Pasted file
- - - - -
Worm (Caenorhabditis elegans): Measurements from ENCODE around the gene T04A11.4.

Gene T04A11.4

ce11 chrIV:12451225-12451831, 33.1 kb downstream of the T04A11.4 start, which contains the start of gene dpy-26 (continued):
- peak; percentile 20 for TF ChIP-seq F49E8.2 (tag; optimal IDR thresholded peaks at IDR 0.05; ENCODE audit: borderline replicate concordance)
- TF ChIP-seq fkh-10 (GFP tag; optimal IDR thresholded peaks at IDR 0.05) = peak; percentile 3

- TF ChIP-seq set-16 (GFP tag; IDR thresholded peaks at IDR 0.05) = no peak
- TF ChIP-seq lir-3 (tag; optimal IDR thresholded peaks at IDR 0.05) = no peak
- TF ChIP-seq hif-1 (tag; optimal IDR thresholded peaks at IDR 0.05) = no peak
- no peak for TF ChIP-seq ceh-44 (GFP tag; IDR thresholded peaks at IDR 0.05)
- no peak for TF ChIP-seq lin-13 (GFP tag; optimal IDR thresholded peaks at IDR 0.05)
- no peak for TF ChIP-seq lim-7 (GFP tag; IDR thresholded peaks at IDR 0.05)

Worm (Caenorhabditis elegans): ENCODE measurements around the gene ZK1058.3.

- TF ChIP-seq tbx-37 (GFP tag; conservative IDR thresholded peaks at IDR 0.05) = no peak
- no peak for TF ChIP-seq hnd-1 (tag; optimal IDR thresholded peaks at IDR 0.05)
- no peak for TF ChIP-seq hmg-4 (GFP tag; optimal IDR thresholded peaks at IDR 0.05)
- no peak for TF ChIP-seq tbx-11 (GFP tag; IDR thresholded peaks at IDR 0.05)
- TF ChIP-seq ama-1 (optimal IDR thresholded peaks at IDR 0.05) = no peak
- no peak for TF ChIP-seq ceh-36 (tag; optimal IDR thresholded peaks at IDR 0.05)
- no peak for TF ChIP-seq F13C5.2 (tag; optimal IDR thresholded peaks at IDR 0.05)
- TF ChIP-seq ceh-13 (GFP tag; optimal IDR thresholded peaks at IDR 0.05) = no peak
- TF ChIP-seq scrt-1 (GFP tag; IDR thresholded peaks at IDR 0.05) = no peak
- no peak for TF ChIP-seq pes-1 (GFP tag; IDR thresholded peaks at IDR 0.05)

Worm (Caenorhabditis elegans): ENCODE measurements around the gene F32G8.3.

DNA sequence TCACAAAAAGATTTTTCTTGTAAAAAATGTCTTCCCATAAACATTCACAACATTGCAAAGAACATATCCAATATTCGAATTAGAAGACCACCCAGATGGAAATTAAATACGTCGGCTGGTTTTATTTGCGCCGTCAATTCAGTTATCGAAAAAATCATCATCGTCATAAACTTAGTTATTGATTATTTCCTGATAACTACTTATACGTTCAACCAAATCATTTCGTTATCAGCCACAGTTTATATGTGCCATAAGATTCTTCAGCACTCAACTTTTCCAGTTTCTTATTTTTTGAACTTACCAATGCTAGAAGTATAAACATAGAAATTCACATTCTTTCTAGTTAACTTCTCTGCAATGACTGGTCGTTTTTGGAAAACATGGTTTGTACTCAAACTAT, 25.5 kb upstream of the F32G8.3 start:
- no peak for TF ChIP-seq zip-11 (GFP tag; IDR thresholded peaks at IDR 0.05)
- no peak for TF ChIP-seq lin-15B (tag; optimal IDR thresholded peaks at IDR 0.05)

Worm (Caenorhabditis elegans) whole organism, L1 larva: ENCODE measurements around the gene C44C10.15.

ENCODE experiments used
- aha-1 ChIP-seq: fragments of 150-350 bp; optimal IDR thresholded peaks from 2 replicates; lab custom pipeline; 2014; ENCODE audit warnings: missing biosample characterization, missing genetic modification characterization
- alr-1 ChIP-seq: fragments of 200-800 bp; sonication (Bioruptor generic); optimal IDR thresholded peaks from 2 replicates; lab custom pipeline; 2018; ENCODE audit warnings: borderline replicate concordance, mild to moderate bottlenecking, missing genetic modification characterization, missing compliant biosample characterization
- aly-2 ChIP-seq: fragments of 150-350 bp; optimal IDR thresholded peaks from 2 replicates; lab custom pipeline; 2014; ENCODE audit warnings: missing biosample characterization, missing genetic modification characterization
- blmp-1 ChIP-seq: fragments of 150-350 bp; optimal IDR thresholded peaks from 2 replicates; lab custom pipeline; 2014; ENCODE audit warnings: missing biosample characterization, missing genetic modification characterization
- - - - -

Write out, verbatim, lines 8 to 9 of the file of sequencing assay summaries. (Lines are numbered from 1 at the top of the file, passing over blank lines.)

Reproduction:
- TF ChIP-seq hif-1 (tag; optimal IDR thresholded peaks at IDR 0.05) = no peak
- no peak for TF ChIP-seq ceh-44 (GFP tag; IDR thresholded peaks at IDR 0.05)